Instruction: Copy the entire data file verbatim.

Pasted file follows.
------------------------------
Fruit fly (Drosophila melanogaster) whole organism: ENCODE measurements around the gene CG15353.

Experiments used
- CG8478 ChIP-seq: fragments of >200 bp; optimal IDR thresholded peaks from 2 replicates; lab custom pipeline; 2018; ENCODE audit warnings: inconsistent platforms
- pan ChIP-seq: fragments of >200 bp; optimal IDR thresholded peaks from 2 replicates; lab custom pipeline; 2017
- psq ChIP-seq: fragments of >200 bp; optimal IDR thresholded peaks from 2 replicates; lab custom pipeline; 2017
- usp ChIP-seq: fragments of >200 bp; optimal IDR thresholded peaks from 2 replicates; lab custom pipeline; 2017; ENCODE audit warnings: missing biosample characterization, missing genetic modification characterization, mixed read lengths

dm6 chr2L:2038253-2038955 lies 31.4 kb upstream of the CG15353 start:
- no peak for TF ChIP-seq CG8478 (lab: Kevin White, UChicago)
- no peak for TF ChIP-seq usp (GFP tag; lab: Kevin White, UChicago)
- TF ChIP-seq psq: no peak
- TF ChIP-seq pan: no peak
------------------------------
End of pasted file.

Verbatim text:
Fruit fly (Drosophila melanogaster) whole organism: ENCODE measurements around the gene CG15353.

Experiments used
- CG8478 ChIP-seq: fragments of >200 bp; optimal IDR thresholded peaks from 2 replicates; lab custom pipeline; 2018; ENCODE audit warnings: inconsistent platforms
- pan ChIP-seq: fragments of >200 bp; optimal IDR thresholded peaks from 2 replicates; lab custom pipeline; 2017
- psq ChIP-seq: fragments of >200 bp; optimal IDR thresholded peaks from 2 replicates; lab custom pipeline; 2017
- usp ChIP-seq: fragments of >200 bp; optimal IDR thresholded peaks from 2 replicates; lab custom pipeline; 2017; ENCODE audit warnings: missing biosample characterization, missing genetic modification characterization, mixed read lengths

dm6 chr2L:2038253-2038955 lies 31.4 kb upstream of the CG15353 start:
- no peak for TF ChIP-seq CG8478 (lab: Kevin White, UChicago)
- no peak for TF ChIP-seq usp (GFP tag; lab: Kevin White, UChicago)
- TF ChIP-seq psq: no peak
- TF ChIP-seq pan: no peak